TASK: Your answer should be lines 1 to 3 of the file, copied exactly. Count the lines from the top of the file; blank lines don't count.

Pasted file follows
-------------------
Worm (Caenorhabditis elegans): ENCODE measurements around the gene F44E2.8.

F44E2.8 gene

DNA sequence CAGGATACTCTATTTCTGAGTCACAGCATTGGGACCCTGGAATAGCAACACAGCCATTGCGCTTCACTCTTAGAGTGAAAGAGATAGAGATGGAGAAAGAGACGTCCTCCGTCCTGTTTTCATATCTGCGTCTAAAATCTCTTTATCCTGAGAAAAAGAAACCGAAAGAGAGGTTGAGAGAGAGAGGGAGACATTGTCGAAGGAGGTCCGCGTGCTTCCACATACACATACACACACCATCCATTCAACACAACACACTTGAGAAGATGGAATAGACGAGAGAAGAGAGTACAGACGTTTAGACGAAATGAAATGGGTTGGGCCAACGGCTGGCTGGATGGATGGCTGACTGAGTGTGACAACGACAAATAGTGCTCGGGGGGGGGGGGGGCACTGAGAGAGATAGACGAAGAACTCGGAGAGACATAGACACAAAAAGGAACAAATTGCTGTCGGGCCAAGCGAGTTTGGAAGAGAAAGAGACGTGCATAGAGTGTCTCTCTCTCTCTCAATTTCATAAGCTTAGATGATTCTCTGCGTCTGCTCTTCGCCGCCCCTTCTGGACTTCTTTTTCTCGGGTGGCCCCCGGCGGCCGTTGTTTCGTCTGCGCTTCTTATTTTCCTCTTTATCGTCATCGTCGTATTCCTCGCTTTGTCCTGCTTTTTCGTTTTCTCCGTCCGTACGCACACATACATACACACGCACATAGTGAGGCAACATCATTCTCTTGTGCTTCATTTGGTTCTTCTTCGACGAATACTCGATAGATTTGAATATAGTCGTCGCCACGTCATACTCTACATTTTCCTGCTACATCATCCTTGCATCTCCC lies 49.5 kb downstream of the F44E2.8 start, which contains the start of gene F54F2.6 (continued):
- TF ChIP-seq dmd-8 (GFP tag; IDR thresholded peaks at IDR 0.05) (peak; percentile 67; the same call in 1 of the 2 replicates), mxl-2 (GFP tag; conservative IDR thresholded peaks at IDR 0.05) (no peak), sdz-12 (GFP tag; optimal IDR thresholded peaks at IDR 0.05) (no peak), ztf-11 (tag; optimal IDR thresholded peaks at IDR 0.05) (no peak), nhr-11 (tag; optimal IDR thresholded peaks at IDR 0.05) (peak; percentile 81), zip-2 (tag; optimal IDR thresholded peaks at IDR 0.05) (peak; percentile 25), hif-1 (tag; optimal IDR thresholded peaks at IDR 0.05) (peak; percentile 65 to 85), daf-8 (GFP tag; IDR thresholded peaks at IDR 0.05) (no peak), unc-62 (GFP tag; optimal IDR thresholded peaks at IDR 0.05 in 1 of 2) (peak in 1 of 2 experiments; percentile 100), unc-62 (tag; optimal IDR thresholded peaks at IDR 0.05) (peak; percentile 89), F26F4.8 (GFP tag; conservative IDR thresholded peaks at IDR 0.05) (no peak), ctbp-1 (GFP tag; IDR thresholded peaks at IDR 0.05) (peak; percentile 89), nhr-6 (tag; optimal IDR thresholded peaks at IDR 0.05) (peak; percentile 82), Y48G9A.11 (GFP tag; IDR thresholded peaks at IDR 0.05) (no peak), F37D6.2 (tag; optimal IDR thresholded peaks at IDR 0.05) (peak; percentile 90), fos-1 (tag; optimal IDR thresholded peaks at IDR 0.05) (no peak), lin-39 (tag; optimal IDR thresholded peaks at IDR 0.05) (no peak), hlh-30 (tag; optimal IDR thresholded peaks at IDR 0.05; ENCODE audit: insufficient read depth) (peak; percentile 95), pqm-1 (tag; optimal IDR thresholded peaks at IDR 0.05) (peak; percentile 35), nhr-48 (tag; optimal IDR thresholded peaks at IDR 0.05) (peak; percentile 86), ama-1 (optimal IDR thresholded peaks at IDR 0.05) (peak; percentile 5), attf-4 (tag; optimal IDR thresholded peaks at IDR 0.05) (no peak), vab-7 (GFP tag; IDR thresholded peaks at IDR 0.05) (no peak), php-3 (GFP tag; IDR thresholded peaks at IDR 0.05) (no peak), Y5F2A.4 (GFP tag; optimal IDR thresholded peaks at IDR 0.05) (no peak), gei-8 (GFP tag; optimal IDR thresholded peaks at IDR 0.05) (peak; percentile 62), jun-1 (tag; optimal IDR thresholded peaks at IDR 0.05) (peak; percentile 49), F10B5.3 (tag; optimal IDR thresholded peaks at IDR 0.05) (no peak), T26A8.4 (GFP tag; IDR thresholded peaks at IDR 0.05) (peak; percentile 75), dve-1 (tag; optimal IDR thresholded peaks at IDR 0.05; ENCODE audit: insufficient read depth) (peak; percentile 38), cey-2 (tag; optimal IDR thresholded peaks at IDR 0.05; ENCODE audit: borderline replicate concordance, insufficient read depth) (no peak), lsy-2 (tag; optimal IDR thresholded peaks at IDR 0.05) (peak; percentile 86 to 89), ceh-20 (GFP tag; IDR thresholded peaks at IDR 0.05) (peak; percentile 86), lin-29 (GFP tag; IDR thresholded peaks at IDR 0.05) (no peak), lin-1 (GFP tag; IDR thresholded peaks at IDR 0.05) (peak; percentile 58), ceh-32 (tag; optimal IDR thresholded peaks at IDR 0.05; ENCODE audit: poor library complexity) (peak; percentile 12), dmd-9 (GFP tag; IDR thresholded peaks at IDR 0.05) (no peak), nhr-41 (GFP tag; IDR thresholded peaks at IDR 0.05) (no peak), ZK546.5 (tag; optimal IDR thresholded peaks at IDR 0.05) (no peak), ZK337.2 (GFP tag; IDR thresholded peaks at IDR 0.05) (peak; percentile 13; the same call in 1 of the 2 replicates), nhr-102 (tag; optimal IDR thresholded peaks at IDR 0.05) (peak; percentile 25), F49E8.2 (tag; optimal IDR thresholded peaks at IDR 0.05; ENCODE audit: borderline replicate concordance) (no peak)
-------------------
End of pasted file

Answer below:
Worm (Caenorhabditis elegans): ENCODE measurements around the gene F44E2.8.

F44E2.8 gene

DNA sequence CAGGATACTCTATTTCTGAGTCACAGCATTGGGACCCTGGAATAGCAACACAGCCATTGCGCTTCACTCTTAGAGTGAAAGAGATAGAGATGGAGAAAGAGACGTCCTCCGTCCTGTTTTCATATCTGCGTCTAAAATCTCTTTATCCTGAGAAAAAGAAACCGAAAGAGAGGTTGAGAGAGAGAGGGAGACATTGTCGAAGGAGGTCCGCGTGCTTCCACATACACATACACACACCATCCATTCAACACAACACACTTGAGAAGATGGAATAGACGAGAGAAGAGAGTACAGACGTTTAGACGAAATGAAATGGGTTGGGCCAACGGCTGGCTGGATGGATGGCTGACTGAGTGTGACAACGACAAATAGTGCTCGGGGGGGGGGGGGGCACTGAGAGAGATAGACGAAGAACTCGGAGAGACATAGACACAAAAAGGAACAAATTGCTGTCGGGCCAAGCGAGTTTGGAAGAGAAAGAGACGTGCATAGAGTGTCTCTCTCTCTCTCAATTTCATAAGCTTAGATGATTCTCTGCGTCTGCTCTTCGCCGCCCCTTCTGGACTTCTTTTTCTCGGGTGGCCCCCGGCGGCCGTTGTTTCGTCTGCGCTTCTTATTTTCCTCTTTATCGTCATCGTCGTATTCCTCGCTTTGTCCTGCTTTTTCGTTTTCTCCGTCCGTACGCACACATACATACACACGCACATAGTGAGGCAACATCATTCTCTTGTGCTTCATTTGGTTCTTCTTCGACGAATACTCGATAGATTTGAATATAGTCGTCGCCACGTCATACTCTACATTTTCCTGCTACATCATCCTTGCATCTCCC lies 49.5 kb downstream of the F44E2.8 start, which contains the start of gene F54F2.6 (continued):